Shocking scenes from K2: climbers climb past a helpless helper, he dies next to the path. Expert Lukas Furtenbach raises serious allegations.
Munich – These pictures are hard to bear: A man lies helpless in the snow just next to the trail. A number of climbers simply walk past him, climb over him. A little later, the man, a high-altitude porter from Pakistan, is dead. The whole thing happened at 8,200 meters and quickly became known as the shame of K2.
Mountaineers let fallen Sherpa die: Video from K2 shakes the world
Wilhelm Steindl from Austria filmed the incident with his drone. He had stayed at camp that day. He says: “We were shocked. We counted 70 climbers who climbed over there.” Steindl explains to Bayerischer Rundfunk: “The pictures show other climbers climbing over him.” Other videos are also circulating on the internet.
Why did the alpinists leave the man behind to die? “It was a very heated, competitive summit rush,” says Steindl dem Standard“What happened there is a disgrace. A living person is left behind so that records can be set.”
Rescue of the Sherpa on the K2 impossible? Expedition expert disagrees
Others defend the mountaineering group: rescue is impossible in the steep terrain and at this altitude. Lukas Furtenbach, extreme mountaineer and managing director of an expedition provider, vehemently contradicts this in an interview with Bayern 2.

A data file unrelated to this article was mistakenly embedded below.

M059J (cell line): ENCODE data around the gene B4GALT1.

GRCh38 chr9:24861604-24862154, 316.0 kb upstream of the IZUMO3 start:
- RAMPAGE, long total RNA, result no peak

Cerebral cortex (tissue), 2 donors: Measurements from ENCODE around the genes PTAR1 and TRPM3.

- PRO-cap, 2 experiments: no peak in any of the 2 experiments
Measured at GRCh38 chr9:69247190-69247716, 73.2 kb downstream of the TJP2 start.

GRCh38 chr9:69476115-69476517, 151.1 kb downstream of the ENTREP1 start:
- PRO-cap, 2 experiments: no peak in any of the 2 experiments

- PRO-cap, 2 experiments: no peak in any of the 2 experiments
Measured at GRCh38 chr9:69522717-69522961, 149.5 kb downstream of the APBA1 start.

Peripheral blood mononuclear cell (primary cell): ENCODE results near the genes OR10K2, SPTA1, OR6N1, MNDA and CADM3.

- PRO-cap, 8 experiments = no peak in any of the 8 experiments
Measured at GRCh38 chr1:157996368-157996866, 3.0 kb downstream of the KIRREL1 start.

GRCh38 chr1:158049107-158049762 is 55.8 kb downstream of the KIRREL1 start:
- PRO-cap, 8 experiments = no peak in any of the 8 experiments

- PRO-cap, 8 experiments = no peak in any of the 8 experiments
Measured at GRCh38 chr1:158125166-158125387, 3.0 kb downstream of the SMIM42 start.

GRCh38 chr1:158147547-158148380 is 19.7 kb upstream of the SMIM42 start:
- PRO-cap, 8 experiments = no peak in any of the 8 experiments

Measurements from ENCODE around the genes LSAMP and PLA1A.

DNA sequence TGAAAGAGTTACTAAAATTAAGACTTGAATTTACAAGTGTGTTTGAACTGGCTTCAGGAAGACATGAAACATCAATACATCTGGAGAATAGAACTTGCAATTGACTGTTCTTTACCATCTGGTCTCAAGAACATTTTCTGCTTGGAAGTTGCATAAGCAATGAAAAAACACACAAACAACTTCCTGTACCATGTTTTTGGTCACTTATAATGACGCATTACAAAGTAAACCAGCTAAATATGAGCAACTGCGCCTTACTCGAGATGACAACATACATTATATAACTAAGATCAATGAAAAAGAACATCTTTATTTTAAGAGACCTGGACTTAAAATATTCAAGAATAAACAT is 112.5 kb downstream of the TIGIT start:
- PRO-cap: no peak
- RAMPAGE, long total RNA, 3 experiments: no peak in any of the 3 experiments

“The Sherpas would very well have been able to save him. From their knowledge and equipment. Even in the difficult terrain,” says the experienced alpinist. And he also holds the vacationers responsible: “The customers can’t do it, but you can blame them for not telling their Sherpas: Hey, we have to help there. You can’t ask that of someone who doesn’t have the training. But you can expect moral courage.”
“He was definitely still alive”: Alpine professional emphasizes that guided mountaineers should have stopped climbing
The customers being led up the mountain could have asked their mountain guides to abort the climb and help the man. She even should have done that, emphasizes Furtenbach. “He was definitely still alive for several hours after the accident,” he says of the high-altitude beam, which was clearly visible in the pictures.
It is often said that everyone is responsible for themselves at the top, but “I have to disagree very clearly,” says the extreme mountaineer. “Nowadays everyone runs with oxygen bottles, is just as efficient there as on the small mountain in Bavaria.”
The Himalayan mountains with their numerous eight-thousanders are popular with extreme sports enthusiasts. Still, it’s very dangerous. In the spring of 2023, the German mountaineer Luis Stitzinger died. And only in July, a helicopter with six people on board crashed near Mount Everest. (moe)